Mass media has done such a good job at embedding their copyright into culture that it has become culture itself.Source: apophenia: when media becomes culture: rethinking copyright issues I've been meaning to write something about just this notion for awhile now, but haven't felt like I had anything good to say. But this is why all this greedy copyright grubbing and sphincter-clenched Intellectual Property pisses me off.
I've got this idea that sticks with me: All music started from birdsong and other sounds from the environment. But today, our environment is more and more man-made and urban. So now, birdsong comes from the radio, earphones, and the open windows of passing cars. It's our connotative vocabulary. Only in the past, the birds never had lawyers and egos.
You make music, you tell a story, you spawn an icon with big ears. If you're successful, it makes its way out of your hands and becomes adopted by others. But after awhile, it stops being yours so much as it becomes a shared focus for others. Whatever you meant for it in the beginning, it's become the seed of a hailstone. If you're really good or lucky, the hailstone grows into a comet.
All of the experiences and memories and feelings of all of the people who have taken in your creation accrete around it, eventually becoming more than your creation ever was. But, you can't ever own that, it's not yours—and the only way you can have any say in the matter is through artificial means supported by the barrel of a gun. The core of it may have once come from you, but that's all. The rest is culture.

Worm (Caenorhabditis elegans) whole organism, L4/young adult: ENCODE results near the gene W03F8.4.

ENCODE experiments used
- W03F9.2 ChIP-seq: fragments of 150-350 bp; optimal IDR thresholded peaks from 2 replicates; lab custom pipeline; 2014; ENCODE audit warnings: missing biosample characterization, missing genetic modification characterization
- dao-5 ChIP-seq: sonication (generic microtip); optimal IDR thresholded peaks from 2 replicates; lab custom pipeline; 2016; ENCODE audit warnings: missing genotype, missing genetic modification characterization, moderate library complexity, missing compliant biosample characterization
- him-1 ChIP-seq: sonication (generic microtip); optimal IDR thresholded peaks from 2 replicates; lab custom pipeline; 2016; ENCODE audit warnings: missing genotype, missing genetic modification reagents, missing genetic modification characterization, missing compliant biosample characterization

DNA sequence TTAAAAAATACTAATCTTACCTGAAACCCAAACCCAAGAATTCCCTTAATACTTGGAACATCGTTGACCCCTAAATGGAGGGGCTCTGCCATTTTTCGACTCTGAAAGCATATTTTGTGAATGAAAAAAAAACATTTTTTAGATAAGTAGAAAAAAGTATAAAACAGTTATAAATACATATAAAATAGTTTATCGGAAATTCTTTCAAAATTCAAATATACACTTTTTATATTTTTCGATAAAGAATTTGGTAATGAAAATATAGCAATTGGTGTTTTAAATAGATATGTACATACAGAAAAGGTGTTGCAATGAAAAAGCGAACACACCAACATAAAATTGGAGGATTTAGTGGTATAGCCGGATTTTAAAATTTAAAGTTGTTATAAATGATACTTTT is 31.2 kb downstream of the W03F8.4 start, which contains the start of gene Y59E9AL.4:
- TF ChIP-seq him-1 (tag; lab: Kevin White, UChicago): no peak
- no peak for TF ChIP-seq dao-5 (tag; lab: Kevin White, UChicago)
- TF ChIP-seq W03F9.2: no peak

Artists deserve compensation and need it to keep releasing cores of culture, but we all need to agree that these things are indeed released. There needs to be an realization that, after time, compensation turns into parasitic thievery of the source from which they drew to begin with.
And besides, where's the incentive to keep creating, if you can just ride along milking what you've already released? Isn't that what copyright's supposed to be all about? To "promote the arts and sciences"? How does vampirism in perpetuity do that?
Anyway, in the end, with all this DRM crap and treating the audience as a gang of criminals, I just want to know that I can opt out. You want to copy protect your refried crap to the point where it'll be illegible in 10 years and lost forever when your business model goes under? Fine. Just leave the rest of us out of it and get your hands off my computer.
Whenever I get around to writing and releasing the stories in my head, they'll be released. And in the meantime, I'll continue paying more and more attention to the people who get it—it'll be their birdsong that I'll be repeating.